Next time your little one’s Grin goes missing, try this game. As you recite the poem, search all over your child (and add a little tickle here and there) and before you know it, that grin will come running back!  Note: please, feel free to make up your own words to match whatever fits your particular situation!

And after you’ve found your child's Grin, reverse roles and have her find yours!

Finding Grin

Oh, where did Grin go?
I do miss him/her so.

Did he/she flap like a crow?
Is that him/her on your toe?

Did he/she buzz like bee?
Is that him/her on your knee?

Did he/she hop like a bunny?
Is that him/her on your tummy?

Oh, wait!
Now I see.
Here he/she comes!
Right towards me!

Welcome back,
Great big Grin!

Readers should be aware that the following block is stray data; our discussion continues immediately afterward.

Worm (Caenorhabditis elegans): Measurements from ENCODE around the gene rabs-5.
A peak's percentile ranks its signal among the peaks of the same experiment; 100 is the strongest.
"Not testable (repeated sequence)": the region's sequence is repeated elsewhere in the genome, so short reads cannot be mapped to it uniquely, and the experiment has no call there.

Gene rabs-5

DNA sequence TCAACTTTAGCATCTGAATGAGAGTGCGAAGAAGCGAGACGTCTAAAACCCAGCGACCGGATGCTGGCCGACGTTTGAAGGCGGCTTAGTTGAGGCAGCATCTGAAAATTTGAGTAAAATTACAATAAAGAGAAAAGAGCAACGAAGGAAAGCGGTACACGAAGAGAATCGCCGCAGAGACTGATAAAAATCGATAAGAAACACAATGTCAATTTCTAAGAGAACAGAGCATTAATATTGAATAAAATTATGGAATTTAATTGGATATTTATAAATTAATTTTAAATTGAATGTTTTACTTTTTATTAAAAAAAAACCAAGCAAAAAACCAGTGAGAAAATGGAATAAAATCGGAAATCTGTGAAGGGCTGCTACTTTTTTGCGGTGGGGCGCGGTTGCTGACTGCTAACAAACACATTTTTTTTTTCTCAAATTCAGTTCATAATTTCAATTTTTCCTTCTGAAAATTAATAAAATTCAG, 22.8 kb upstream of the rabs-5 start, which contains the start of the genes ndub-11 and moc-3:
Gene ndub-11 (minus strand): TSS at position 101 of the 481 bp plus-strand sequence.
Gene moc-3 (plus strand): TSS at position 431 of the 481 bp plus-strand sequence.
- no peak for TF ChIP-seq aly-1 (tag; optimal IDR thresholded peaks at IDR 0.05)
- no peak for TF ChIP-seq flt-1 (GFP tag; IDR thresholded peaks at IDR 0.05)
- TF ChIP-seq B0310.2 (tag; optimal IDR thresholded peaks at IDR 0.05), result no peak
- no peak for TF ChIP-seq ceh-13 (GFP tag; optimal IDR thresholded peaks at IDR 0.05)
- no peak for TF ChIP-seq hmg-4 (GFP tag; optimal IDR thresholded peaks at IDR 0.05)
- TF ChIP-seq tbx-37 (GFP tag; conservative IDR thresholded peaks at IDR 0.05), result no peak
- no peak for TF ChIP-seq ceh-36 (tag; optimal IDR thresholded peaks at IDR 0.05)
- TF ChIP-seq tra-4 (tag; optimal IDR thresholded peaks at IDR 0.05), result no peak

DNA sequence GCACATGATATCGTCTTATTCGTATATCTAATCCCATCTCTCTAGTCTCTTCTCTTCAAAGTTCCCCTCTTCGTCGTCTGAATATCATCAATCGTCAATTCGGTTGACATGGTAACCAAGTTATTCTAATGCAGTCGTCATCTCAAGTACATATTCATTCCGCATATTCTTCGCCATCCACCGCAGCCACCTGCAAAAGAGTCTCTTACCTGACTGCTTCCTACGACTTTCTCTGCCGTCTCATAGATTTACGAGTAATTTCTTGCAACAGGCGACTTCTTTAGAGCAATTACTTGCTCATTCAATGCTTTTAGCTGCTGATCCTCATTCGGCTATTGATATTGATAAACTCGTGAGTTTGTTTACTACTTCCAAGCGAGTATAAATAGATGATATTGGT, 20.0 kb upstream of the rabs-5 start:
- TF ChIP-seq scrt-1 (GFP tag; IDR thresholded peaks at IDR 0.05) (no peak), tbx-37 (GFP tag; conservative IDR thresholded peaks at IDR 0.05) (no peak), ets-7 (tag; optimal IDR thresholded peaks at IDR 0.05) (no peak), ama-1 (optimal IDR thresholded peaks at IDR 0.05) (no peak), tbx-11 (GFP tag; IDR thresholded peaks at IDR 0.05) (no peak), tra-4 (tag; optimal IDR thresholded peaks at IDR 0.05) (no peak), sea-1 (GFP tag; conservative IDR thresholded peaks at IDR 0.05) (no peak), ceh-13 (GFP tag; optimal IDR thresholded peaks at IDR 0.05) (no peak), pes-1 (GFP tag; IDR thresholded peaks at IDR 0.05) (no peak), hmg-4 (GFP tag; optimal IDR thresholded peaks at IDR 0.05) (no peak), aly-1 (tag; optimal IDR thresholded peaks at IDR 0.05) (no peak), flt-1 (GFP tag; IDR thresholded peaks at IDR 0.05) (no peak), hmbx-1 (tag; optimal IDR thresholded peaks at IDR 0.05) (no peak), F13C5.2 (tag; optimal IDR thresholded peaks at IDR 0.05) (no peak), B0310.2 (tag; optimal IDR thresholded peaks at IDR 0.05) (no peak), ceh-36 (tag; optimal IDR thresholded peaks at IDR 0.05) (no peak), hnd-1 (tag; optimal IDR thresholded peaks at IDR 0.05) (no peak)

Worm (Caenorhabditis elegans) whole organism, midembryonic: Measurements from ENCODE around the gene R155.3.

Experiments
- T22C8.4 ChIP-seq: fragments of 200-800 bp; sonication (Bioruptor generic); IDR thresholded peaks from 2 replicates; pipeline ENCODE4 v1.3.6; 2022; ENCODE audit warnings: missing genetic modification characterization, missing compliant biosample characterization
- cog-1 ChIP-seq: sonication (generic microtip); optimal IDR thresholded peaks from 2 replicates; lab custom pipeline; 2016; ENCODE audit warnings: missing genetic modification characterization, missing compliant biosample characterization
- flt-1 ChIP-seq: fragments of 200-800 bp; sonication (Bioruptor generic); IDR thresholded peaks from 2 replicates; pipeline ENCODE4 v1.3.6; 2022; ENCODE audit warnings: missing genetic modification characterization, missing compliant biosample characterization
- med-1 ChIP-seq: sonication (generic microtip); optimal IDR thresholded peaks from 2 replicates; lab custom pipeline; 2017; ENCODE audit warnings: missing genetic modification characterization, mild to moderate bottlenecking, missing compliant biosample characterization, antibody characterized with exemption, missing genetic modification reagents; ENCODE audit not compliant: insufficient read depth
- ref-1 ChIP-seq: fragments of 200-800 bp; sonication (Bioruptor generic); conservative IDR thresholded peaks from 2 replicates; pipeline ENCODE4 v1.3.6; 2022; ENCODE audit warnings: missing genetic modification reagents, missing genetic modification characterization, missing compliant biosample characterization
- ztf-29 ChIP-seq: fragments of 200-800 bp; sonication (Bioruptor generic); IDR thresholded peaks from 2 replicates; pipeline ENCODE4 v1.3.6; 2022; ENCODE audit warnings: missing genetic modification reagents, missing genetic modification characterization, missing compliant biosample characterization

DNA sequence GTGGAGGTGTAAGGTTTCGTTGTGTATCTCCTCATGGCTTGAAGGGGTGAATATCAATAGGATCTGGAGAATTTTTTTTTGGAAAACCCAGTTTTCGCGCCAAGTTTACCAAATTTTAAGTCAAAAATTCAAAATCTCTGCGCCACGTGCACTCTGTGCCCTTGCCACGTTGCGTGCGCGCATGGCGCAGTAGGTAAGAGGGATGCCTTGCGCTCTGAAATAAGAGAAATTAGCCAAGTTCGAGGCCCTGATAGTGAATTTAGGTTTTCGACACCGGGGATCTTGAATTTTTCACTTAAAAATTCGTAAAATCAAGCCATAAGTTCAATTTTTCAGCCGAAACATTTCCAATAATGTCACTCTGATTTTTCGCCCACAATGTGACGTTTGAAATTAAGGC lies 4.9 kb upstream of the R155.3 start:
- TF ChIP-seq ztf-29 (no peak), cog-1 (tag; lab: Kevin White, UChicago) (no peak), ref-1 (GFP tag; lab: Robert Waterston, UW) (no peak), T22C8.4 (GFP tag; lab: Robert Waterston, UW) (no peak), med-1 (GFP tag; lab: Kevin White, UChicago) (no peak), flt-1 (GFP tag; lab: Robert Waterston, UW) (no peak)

Right at home
Above your chin!


  1. Thank you for highlighting the negative effects of stress on the developing brain, and yet highlighting ways to nurture resilience and model for our children ways to listen to our own unique stress responses/sensitivity. I am loving what you have to share about the importance of physical movement, especially in early childhood, and will look forward to what you may have to say about movement throughout a child's developmental spectrum, especially during adolescence when a whole new rewiring of the brain occurs! Keep up the inspiring and educational posts! I especially like how much you are encourage physical courage and development